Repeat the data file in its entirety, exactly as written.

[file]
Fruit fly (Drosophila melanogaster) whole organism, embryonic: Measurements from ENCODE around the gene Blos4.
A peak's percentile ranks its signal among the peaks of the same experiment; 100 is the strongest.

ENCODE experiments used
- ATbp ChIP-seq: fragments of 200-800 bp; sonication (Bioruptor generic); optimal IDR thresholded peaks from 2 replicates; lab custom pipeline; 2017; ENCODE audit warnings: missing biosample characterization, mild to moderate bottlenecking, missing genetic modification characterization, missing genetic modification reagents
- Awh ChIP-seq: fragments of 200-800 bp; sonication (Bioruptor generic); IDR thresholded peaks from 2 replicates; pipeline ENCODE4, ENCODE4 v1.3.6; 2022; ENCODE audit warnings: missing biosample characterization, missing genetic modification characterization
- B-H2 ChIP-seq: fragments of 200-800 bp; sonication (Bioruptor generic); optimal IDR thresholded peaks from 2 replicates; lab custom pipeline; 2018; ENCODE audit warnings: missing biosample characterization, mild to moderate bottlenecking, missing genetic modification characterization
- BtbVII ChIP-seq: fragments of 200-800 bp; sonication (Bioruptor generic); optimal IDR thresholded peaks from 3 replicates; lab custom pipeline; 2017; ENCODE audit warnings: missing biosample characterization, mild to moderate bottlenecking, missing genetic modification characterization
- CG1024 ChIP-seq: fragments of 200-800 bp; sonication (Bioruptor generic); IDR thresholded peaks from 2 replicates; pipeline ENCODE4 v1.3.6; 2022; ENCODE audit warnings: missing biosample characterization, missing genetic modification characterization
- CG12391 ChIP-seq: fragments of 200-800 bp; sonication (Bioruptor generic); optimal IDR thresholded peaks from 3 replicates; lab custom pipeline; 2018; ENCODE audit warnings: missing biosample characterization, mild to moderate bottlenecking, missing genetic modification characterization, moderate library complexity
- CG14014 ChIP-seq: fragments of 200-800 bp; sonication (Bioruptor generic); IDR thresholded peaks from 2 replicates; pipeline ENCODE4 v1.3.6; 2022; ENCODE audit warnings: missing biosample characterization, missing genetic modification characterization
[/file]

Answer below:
Fruit fly (Drosophila melanogaster) whole organism, embryonic: Measurements from ENCODE around the gene Blos4.
A peak's percentile ranks its signal among the peaks of the same experiment; 100 is the strongest.

ENCODE experiments used
- ATbp ChIP-seq: fragments of 200-800 bp; sonication (Bioruptor generic); optimal IDR thresholded peaks from 2 replicates; lab custom pipeline; 2017; ENCODE audit warnings: missing biosample characterization, mild to moderate bottlenecking, missing genetic modification characterization, missing genetic modification reagents
- Awh ChIP-seq: fragments of 200-800 bp; sonication (Bioruptor generic); IDR thresholded peaks from 2 replicates; pipeline ENCODE4, ENCODE4 v1.3.6; 2022; ENCODE audit warnings: missing biosample characterization, missing genetic modification characterization
- B-H2 ChIP-seq: fragments of 200-800 bp; sonication (Bioruptor generic); optimal IDR thresholded peaks from 2 replicates; lab custom pipeline; 2018; ENCODE audit warnings: missing biosample characterization, mild to moderate bottlenecking, missing genetic modification characterization
- BtbVII ChIP-seq: fragments of 200-800 bp; sonication (Bioruptor generic); optimal IDR thresholded peaks from 3 replicates; lab custom pipeline; 2017; ENCODE audit warnings: missing biosample characterization, mild to moderate bottlenecking, missing genetic modification characterization
- CG1024 ChIP-seq: fragments of 200-800 bp; sonication (Bioruptor generic); IDR thresholded peaks from 2 replicates; pipeline ENCODE4 v1.3.6; 2022; ENCODE audit warnings: missing biosample characterization, missing genetic modification characterization
- CG12391 ChIP-seq: fragments of 200-800 bp; sonication (Bioruptor generic); optimal IDR thresholded peaks from 3 replicates; lab custom pipeline; 2018; ENCODE audit warnings: missing biosample characterization, mild to moderate bottlenecking, missing genetic modification characterization, moderate library complexity
- CG14014 ChIP-seq: fragments of 200-800 bp; sonication (Bioruptor generic); IDR thresholded peaks from 2 replicates; pipeline ENCODE4 v1.3.6; 2022; ENCODE audit warnings: missing biosample characterization, missing genetic modification characterization